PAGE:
long ago ideas

“When we are tired, we are attacked by ideas we conquered long ago." - Friedrich Nietzsche. Long ago, Joseph Smith and Oliver Cowdery conquered false claims that the Book of Mormon was fiction or that it came through a stone in a hat. But these old claims have resurfaced in recent years. To conquer them again, we have to return to what Joseph and Oliver taught.

Monday, July 11, 2022

Pretended to translate?

I'm continually amazed that Joseph Smith's straightforward claim that he translated the plates is even an issue today. 

As I'll show in upcoming posts, the critics of the Church are having a field day with the "stone-in-the-hat" theory (SITH). It's astonishing to see our so-called "apologists" make every effort to support SITH by trying to find "evidence" in the historical record that SITH has been taught by Church leaders in the past. See, e.g., FAIRLDS.

While Church leaders have properly acknowledged the statements by David Whitmer and others, they have not repudiated the teachings of Joseph and Oliver or the revelations in the D&C regarding the translation of the plates.

Nevertheless, the scholars at the Interpreter, FAIRLDS, and Book of Mormon Central claim that Joseph Smith never translated anything in the ordinary sense of the word. 

The SITH scholars insist that Joseph didn't even use the plates but merely read words that appeared on the stone he found in a well. E.g., from BYU Studies"when Joseph “translated,” he was rarely looking at the characters on the plates, which were usually either on the table covered in cloth or hidden elsewhere in the house or vicinity."

Essentially, these scholars claim that Joseph merely pretended to translate.

While certain scholars are obsessed with convincing the Latter-day Saints that Joseph merely pretended to translate by reading words off a stone, we can all read the scriptures and see the source of such claims.

12 And, on this wise, the devil has sought to lay a cunning plan, that he may destroy this work;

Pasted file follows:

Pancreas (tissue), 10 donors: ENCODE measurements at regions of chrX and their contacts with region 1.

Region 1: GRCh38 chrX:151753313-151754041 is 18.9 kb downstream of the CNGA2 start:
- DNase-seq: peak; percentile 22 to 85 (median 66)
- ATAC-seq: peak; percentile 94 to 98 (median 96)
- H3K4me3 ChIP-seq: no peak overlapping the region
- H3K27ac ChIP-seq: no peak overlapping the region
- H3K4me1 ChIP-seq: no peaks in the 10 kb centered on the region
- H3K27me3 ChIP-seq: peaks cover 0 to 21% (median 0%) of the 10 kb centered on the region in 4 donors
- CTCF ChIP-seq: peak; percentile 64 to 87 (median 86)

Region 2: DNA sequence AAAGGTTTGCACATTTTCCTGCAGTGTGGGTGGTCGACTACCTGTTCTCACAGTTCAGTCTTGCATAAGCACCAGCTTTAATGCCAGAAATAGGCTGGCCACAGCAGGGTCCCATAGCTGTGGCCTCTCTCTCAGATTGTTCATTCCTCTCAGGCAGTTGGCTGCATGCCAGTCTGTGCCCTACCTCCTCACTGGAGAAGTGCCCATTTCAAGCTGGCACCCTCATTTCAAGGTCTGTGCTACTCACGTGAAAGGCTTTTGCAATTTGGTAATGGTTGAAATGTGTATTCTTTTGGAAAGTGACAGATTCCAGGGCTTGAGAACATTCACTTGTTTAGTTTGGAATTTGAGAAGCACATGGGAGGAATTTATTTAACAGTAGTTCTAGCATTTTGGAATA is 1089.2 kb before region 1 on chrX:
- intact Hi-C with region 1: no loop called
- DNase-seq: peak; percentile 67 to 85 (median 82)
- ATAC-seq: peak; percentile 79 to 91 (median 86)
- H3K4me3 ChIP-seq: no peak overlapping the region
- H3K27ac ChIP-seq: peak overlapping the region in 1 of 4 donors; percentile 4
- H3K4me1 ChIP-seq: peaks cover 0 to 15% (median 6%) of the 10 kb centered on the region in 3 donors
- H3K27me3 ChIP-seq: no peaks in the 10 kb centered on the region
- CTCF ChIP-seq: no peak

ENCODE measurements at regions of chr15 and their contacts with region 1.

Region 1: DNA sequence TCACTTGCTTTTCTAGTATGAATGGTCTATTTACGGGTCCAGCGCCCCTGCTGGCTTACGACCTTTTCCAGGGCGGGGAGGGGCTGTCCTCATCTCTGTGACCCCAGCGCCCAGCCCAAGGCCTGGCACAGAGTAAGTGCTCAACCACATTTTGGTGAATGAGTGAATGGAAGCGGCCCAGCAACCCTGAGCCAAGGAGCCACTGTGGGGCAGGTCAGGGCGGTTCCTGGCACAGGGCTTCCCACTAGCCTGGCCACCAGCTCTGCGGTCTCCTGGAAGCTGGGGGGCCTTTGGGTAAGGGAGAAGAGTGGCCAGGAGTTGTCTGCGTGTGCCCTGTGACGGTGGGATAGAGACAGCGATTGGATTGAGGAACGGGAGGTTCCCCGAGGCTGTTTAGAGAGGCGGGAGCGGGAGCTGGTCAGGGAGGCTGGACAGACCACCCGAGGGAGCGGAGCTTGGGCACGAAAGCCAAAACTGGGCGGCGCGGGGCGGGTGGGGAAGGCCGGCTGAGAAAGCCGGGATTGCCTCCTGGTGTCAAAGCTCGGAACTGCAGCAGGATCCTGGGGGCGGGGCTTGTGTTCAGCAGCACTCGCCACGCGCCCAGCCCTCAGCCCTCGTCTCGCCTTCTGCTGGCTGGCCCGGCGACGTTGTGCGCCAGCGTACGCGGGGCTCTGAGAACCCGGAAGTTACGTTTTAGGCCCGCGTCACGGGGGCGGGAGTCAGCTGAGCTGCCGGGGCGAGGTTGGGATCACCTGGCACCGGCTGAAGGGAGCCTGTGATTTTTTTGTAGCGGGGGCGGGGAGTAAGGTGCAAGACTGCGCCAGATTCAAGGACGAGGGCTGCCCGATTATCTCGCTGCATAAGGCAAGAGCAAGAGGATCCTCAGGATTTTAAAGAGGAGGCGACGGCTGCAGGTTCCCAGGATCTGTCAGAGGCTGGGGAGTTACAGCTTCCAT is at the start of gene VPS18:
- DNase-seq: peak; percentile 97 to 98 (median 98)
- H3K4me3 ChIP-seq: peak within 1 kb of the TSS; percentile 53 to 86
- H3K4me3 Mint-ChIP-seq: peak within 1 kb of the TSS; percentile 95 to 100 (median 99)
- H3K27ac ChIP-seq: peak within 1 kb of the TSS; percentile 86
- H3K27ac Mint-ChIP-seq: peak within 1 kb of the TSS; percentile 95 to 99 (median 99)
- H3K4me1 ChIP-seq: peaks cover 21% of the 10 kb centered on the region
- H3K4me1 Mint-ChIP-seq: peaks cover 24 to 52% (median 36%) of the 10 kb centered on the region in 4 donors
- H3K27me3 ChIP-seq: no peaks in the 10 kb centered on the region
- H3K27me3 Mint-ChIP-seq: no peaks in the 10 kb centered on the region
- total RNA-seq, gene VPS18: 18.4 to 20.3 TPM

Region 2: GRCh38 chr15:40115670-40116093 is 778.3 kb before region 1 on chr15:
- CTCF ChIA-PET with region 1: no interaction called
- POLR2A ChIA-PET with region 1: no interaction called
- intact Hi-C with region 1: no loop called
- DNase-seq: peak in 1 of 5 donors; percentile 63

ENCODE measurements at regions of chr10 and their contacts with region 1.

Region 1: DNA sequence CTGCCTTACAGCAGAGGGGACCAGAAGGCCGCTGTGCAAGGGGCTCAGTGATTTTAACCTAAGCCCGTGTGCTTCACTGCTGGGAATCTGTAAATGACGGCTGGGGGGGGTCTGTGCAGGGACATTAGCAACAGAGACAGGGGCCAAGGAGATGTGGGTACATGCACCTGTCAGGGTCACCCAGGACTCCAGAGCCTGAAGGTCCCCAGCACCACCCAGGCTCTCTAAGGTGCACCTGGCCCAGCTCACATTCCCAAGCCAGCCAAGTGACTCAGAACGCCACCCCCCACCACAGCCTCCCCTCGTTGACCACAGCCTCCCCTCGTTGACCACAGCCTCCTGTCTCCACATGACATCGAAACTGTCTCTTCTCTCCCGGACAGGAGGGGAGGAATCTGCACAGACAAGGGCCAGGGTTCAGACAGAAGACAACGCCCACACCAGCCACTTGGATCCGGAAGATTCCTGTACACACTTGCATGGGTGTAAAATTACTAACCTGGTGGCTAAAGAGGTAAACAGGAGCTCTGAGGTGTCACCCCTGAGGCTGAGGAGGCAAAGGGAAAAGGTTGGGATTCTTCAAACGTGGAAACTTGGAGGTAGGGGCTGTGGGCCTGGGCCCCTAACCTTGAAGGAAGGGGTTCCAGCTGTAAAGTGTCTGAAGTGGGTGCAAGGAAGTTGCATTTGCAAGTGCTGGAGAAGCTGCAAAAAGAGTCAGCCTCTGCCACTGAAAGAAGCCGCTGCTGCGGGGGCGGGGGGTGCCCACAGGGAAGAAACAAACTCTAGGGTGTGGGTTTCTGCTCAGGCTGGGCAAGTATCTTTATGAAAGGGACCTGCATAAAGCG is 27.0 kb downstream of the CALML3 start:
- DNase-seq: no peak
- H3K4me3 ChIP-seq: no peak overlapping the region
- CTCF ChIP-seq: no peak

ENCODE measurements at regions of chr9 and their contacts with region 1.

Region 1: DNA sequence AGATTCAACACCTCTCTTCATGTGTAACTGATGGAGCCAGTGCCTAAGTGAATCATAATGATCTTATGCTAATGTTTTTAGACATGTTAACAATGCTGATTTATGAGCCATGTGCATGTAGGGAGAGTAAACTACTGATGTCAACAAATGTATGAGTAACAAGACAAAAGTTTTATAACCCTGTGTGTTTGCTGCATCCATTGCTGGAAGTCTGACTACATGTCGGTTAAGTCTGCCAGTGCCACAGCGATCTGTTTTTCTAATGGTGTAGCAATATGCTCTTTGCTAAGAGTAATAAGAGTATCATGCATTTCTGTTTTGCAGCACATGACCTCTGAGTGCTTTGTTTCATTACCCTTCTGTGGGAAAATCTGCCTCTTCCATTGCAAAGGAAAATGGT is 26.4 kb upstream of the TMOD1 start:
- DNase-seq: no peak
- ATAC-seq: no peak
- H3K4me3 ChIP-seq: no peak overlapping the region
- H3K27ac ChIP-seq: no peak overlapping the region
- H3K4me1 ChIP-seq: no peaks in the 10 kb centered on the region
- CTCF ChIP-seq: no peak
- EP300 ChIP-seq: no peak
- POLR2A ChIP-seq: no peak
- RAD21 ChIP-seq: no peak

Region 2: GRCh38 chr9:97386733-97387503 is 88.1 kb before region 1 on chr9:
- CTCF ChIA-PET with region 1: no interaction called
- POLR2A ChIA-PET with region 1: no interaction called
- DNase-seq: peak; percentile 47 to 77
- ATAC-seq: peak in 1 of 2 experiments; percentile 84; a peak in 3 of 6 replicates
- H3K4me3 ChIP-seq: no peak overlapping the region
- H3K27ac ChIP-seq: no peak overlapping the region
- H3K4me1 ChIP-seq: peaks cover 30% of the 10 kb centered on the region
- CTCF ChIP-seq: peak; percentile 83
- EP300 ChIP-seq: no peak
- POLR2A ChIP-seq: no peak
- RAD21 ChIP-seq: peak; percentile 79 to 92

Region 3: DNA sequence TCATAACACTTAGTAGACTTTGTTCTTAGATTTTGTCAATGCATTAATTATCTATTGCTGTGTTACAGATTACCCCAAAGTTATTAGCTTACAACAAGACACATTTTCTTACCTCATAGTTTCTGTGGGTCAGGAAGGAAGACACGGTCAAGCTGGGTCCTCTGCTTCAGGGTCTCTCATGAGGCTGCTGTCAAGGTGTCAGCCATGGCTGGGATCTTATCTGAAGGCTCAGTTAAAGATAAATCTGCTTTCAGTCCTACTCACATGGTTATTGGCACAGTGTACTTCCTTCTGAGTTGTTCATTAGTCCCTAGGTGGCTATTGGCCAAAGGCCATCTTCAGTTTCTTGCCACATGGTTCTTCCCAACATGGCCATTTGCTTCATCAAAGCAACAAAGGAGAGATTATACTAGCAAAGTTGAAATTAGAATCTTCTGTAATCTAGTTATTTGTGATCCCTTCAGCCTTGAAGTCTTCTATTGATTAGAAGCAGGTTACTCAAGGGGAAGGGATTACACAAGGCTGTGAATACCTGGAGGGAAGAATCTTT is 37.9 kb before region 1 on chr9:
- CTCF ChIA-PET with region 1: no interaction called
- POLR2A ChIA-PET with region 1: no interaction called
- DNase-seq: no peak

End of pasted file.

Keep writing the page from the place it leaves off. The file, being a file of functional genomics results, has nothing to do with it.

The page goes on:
13 For he hath put into their hearts to do this, that by lying they may say they have caught you in the words which you have pretended to translate.
(Doctrine and Covenants 10:12–13)

30 Behold, I say unto you, that you shall not translate again those words which have gone forth out of your hands; 
31 For, behold, they shall not accomplish their evil designs in lying against those words. For, behold, if you should bring forth the same words they will say that you have lied and that you have pretended to translate, but that you have contradicted yourself.
32 And, behold, they will publish this, and Satan will harden the hearts of the people to stir them up to anger against you, that they will not believe my words.
(Doctrine and Covenants 10:30–32)

No wonder the critics emphasize SITH at every opportunity. 

But what does that say about the apologists who also promote SITH?

Although Joseph explicitly stated that he translated the individual characters, the SITH scholars say that was a failed effort! 

I commenced copying the characters off the plates. I copied a considerable number of them, and by means of the Urim and Thummim I translated some of them,
(Joseph Smith—History 1:62)

Ideally, everyone in the Church would know that there are still some Latter-day Saints who believe Joseph translated the engravings on the plates. We don't think Joseph pretended to translate. We think the historical evidence corroborates Joseph's claim. 

The citation cartel doesn't tolerate such beliefs, however. They insist on conformity to their "stone-in-the-hat theory (SITH).

While it's true that the SITH theory was circulating as early as 1829, Joseph and Oliver responded to those claims by explaining and reiterating that Joseph translated the plates with the interpreters that came with the plates.

Their successors testified about it repeatedly. 

The revelations in the Doctrine and Covenants make it clear as well, as we'll discuss soon.

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